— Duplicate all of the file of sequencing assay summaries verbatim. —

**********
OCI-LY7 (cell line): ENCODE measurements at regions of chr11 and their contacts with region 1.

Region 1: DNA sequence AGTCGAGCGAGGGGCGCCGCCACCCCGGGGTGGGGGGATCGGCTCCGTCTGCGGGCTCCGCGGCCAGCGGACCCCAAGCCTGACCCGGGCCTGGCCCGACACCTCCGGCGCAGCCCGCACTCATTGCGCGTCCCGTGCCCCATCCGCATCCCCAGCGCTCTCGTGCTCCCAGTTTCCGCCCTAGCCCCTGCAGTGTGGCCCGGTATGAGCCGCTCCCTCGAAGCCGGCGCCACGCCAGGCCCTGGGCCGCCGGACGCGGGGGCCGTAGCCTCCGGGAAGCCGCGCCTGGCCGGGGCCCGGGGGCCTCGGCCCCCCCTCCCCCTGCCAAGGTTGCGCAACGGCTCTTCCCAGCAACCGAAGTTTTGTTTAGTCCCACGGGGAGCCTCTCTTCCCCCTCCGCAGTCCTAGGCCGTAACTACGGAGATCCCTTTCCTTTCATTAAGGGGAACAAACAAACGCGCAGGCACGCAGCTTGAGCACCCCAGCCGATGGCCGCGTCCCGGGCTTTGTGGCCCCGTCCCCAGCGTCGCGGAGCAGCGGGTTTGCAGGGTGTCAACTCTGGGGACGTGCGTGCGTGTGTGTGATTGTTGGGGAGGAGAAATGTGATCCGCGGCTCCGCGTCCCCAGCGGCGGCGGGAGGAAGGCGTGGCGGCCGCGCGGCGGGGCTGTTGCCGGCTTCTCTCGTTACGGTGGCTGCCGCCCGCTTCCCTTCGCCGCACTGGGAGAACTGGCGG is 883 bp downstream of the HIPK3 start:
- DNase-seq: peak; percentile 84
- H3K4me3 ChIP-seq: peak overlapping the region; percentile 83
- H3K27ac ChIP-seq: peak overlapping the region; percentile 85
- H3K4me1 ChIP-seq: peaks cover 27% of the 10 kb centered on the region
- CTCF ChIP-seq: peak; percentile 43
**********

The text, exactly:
OCI-LY7 (cell line): ENCODE measurements at regions of chr11 and their contacts with region 1.

Region 1: DNA sequence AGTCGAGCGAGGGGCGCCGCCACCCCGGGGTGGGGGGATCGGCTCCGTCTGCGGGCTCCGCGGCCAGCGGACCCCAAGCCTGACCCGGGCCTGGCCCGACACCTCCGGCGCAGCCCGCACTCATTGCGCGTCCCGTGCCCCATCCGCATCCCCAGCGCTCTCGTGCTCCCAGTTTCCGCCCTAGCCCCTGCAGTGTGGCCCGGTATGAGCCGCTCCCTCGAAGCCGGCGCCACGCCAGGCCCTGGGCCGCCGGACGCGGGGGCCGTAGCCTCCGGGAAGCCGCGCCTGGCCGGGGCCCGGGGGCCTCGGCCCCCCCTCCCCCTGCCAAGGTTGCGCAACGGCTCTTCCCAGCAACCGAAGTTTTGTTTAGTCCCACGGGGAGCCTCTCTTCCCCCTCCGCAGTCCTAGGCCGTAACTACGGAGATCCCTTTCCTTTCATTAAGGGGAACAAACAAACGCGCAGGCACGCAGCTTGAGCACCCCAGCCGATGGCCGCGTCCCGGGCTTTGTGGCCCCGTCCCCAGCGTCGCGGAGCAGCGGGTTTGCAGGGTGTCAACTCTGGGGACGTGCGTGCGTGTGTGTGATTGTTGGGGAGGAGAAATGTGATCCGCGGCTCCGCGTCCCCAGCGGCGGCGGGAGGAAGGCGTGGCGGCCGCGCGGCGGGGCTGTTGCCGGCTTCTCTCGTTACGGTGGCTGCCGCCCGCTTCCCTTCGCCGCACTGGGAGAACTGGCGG is 883 bp downstream of the HIPK3 start:
- DNase-seq: peak; percentile 84
- H3K4me3 ChIP-seq: peak overlapping the region; percentile 83
- H3K27ac ChIP-seq: peak overlapping the region; percentile 85
- H3K4me1 ChIP-seq: peaks cover 27% of the 10 kb centered on the region
- CTCF ChIP-seq: peak; percentile 43